These symptoms indicate a pituitary tumor!
Pituitary tumor = tumor of the pituitary gland
Pituitary tumors make up about one sixth of all brain tumors and are usually benign. A distinction is made between hormone-inactive and hormone-active tumors. The hormone-inactive pituitary tumors express themselves only through symptoms that arise from the suppressing effect of the tumor growth on the surrounding areas of the brain. On the other hand, hormone-active tumors cause additional symptoms that result from the overproduction of a hormone. The most common subtype of pituitary tumors is the prolactinoma, which is characterized by an excessive production of prolactin. There are also TSH-producing, growth hormone-producing and ACTH-producing pituitary tumors. You can find out exactly what these tumors do in the following sections.
Overview of all symptoms
All pituitary tumors can cause symptoms that result from the displacement of surrounding areas of the brain. These primarily include headaches, which are often the first symptom of the disease. Due to the location directly at the junction of the optic nerve, a characteristic visual disturbance can also occur (see below). Particularly large pituitary tumors can also cause constant malaise, nausea and vomiting due to the increase in intracranial pressure.
In addition to the symptoms triggered by the displacing growth, other complaints can arise if the tumor is hormone-active. For example, overproduction of TSH can lead to an overactive thyroid with cardiac arrhythmia, weight loss and sensitivity to heat.
For more information, see: Symptoms of an overactive thyroid
A growth hormone-producing pituitary tumor, on the other hand, can lead to giant growth in children and acromegaly (enlargement of fingers, nose and forehead bulges) in adults. Finally, a prolactinoma manifests itself in women through menstrual cycle disorders and galactorrhea (milky discharge from the breast) and in men in the form of impotence and sex drive disorders.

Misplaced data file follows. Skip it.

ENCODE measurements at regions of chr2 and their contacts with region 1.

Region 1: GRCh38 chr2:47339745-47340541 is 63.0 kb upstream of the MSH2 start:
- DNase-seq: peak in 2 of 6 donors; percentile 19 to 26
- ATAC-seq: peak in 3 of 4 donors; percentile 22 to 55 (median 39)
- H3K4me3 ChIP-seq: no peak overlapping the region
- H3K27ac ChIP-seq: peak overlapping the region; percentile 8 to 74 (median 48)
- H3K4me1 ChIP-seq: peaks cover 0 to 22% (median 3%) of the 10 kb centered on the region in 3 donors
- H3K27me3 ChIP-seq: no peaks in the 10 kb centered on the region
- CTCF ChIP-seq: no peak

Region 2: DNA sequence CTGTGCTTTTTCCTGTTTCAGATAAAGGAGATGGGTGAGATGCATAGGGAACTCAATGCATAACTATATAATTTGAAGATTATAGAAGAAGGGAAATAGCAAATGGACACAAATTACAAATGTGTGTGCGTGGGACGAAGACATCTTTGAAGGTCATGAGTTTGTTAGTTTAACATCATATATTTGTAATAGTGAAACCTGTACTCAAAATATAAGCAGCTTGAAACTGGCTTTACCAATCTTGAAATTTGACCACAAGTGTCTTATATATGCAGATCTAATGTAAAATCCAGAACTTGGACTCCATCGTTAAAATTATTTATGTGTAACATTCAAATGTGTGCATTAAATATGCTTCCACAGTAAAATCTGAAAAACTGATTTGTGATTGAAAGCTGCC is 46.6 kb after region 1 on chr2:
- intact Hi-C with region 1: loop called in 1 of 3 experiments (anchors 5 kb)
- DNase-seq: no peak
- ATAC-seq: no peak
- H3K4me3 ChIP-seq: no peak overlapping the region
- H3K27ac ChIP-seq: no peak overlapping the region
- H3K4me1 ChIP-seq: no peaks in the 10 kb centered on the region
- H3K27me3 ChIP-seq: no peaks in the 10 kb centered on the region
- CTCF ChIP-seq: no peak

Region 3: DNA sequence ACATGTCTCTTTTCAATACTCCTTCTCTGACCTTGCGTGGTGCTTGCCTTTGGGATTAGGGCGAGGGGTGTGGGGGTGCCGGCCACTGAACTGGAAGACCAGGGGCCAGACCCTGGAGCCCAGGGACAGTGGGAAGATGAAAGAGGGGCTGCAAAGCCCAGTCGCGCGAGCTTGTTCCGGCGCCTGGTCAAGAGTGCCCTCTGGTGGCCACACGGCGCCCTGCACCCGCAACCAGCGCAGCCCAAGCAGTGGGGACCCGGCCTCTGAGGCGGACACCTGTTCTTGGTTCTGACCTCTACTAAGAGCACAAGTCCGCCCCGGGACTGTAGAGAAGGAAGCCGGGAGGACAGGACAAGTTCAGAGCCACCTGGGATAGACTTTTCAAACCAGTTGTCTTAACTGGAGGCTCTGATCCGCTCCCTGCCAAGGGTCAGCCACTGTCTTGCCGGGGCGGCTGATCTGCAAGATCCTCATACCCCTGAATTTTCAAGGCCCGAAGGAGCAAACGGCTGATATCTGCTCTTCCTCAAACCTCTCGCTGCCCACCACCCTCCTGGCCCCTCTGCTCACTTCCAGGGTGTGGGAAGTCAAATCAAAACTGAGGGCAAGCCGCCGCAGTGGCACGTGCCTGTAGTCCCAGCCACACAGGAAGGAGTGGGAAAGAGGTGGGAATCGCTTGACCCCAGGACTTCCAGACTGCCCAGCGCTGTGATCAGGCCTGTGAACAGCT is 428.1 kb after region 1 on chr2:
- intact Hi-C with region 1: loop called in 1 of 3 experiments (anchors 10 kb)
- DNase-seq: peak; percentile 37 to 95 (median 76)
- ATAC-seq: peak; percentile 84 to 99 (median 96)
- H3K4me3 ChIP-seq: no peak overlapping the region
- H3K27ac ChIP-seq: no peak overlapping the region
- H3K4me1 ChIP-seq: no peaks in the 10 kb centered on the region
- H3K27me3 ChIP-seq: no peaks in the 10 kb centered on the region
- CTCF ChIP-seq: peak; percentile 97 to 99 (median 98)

Headache as a symptom of a pituitary tumor
For many people, headaches are the first symptom of a pituitary tumor. However, it should be emphasized that headaches are of course only in very few cases actually due to a tumor and usually have more harmless causes. The headache associated with a pituitary tumor usually consists of a permanent headache with only minor fluctuations over the course of the day. Often, those affected can locate the headache centrally behind the forehead, depending on the position of the pituitary gland. Since the tumor can also affect nerves that are responsible for the meninges, diffuse headaches can also occur over the entire head in the course of the disease.
Since the headaches are usually caused by other causes than a pituitary tumor, we recommend our website: Headache in the forehead area
Characteristic visual disturbance in a pituitary tumor
A particularly characteristic symptom of a pituitary tumor is the visual disturbance known as bitemporal hemianopia. It is characterized by a loss or impairment of vision in the outer right and left areas of the visual field, which is why this type of visual disorder is also known as the "blinders phenomenon". As a rule, those affected notice a relatively steady progressive loss of visual acuity in the areas mentioned. To a small extent, however, there may also be fluctuations depending on the time of day or mood.
The cause of this phenomenon lies in the anatomy: the pituitary gland is in the immediate vicinity of the optic chiasm. This is a junction of those nerve fibers that carry the visual information for the right and left outer visual fields from the eye to the brain. If a pituitary tumor continues to grow, at some point it will “push off” the nerve fibers and impair the flow of information.
You can find more information that might interest you at: Anatomy and diseases of the optic nerve
Symptoms of a TSH producing pituitary tumor